Use this URL to cite or link to this record in EThOS: http://ethos.bl.uk/OrderDetails.do?uin=uk.bl.ethos.594334
Title: An investigation into the processes and mechanisms underlying the comprehension of metaphor and hyperbole
Author: Deamer, F. M.
Awarding Body: University College London (University of London)
Current Institution: University College London (University of London)
Date of Award: 2013
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Abstract:
In this thesis I investigate the mechanisms and processes underlying figurative language comprehension. I attempt to determine whether there might be something unique about metaphor due to the interpretation processes involved, or whether metaphoric interpretations are in fact processed in the same way as other non-literal uses of language, such as hyperbole. Various theoretical accounts of figurative language interpretation from different pragmatic and psychological processing models are examined from an empirical perspective as a way of exploring the cognitive basis of their claims. Previous empirical research investigating metaphor comprehension is critically discussed not just from a psychological perspective, but also in relation to pragmatic accounts of figurative language. There is a plethora of past and current theoretical literature on metaphor, which over the last few decades has been discussed in relation to psycholinguistic research investigating metaphor processing. In contrast, despite recent unified pragmatic accounts of figurative language, which posit a unified account of metaphor, hyperbole, and other loose uses, there has been little, if any empirical research looking at hyperbole or other tropes. This leaves us with an important question; can what we know about the processing of metaphor be generalised to other tropes such as hyperbole? With this question in mind, I will present a series of on-line and developmental experiments, aimed at further exploring the processes and mechanisms underlying metaphor comprehension, and directly contrasting the processing of metaphor and hyperbole. The results of these experiments have implications both for psycholinguistic research on non-literal language processing, and for lexical pragmatic accounts of figurative language comprehension, but also for developmental research investigating children’s pragmatic capacities. As well as shedding light on the cognitive processes involved in constructing metaphoric and hyperbolic interpretations, the findings of this thesis give us some indication of the cognitive mechanisms that need to have developed in order to arrive at a non-literal interpretation of an utterance.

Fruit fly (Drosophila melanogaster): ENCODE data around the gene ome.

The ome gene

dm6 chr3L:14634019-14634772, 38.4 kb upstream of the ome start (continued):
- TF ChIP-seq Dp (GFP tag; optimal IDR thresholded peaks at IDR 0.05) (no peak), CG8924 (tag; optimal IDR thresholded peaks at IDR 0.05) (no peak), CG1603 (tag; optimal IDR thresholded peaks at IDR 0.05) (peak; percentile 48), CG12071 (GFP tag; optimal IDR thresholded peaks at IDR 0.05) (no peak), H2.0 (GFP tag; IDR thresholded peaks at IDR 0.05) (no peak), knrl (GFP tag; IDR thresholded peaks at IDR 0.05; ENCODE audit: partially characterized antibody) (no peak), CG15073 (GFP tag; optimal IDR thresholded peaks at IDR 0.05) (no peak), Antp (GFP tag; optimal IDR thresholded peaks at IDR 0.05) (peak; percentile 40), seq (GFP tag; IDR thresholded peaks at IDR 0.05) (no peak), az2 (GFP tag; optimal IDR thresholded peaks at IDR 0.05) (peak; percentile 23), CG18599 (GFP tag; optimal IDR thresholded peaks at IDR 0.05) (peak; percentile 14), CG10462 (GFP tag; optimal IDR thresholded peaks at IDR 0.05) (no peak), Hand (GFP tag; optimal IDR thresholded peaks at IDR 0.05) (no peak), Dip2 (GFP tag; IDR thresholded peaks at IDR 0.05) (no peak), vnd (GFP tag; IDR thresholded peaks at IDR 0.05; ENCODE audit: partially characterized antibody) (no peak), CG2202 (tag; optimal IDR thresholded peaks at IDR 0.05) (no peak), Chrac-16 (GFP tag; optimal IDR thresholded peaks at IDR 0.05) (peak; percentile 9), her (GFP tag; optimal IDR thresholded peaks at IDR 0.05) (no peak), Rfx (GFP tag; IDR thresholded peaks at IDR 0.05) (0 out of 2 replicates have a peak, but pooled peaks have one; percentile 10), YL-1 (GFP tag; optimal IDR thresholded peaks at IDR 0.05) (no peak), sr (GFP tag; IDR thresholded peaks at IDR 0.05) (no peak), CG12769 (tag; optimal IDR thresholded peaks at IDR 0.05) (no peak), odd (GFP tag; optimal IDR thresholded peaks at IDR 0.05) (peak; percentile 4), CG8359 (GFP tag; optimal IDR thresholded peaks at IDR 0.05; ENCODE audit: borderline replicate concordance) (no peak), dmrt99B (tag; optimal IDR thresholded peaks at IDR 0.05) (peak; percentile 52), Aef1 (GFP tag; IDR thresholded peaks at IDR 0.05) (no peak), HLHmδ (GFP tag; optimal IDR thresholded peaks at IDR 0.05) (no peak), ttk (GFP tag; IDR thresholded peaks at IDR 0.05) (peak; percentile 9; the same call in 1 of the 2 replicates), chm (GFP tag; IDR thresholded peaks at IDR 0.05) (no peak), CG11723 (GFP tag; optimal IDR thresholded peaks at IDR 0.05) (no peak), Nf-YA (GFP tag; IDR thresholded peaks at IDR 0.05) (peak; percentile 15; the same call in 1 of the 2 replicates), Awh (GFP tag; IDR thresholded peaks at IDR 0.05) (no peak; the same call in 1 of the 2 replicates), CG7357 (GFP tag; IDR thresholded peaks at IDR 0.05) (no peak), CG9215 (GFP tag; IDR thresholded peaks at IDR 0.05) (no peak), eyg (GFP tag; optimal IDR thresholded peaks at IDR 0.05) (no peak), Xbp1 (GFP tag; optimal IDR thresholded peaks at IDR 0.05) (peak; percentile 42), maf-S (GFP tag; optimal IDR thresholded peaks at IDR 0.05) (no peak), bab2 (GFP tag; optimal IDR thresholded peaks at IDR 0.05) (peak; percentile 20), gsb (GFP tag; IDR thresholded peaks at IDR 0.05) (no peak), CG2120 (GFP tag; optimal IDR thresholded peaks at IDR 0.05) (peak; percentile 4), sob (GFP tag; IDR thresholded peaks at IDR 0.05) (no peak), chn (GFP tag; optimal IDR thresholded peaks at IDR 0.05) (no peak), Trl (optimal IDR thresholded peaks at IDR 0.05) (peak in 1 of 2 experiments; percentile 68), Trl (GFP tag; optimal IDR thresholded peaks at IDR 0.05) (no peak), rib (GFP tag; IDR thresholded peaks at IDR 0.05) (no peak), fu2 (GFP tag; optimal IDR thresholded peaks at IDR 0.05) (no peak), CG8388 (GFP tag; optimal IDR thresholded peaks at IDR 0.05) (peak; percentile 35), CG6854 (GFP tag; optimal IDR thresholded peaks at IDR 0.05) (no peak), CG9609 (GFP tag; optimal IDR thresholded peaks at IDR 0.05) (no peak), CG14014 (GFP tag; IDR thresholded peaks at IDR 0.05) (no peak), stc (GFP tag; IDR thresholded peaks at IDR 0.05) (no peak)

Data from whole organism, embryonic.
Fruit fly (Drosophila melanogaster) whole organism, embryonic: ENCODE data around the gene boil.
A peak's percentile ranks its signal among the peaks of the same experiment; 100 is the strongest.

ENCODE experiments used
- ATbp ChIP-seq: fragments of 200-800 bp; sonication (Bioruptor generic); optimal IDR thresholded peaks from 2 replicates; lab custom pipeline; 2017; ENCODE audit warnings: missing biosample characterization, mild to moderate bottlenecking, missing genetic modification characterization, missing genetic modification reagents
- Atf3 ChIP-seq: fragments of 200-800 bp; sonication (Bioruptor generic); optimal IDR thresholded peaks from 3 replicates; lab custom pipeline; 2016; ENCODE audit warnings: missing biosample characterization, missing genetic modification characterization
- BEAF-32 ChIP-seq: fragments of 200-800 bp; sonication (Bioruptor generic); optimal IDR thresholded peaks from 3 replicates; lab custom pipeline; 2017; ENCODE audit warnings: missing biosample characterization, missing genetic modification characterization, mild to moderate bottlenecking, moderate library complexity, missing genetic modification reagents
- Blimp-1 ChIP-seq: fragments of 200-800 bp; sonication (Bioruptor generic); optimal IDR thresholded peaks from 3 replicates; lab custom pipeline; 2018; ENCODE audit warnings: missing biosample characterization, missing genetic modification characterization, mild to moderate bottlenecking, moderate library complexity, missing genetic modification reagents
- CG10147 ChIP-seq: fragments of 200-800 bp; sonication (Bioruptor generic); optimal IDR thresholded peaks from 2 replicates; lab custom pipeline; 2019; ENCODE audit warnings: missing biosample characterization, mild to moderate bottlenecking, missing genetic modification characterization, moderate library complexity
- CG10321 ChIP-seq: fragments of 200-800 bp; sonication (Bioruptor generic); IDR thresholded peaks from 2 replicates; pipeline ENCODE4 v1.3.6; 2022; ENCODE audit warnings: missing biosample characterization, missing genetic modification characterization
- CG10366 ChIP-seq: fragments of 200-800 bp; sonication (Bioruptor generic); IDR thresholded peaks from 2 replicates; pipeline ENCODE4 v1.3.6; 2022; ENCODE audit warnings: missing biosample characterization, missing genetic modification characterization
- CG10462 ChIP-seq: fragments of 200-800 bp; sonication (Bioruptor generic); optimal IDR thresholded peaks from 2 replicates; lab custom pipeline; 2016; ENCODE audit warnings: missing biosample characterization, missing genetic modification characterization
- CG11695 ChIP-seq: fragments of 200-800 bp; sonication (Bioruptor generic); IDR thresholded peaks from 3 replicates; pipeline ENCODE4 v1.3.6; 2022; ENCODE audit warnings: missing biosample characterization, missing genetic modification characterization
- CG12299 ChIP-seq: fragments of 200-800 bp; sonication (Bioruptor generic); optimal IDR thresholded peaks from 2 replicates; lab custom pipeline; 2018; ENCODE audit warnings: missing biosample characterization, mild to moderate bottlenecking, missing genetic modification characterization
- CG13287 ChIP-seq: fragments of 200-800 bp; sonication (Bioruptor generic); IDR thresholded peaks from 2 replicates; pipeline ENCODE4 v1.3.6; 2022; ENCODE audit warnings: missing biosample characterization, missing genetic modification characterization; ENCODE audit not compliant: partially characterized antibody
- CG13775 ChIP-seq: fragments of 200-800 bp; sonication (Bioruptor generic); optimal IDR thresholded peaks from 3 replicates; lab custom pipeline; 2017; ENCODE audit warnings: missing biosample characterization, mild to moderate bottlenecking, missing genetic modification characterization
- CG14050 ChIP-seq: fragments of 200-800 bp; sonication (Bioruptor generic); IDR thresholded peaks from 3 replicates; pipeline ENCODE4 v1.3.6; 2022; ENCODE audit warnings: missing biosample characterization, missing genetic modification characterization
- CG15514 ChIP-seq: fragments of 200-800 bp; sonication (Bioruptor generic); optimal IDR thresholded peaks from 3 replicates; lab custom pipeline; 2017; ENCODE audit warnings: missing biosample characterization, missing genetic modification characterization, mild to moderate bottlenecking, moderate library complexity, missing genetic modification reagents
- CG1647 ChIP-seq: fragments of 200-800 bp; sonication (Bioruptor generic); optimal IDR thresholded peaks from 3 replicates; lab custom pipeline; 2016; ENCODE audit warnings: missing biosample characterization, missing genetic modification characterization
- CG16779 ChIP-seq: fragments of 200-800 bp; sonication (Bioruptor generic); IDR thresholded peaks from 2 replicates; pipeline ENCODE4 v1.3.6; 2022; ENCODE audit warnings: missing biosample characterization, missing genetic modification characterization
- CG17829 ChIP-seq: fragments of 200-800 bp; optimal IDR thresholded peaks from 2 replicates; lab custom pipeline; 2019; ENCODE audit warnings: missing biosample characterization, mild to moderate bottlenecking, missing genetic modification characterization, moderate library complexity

Supervisor: Not available Sponsor: Not available
Qualification Name: Thesis (Ph.D.) Qualification Level: Doctoral
EThOS ID: uk.bl.ethos.594334  DOI: Not available
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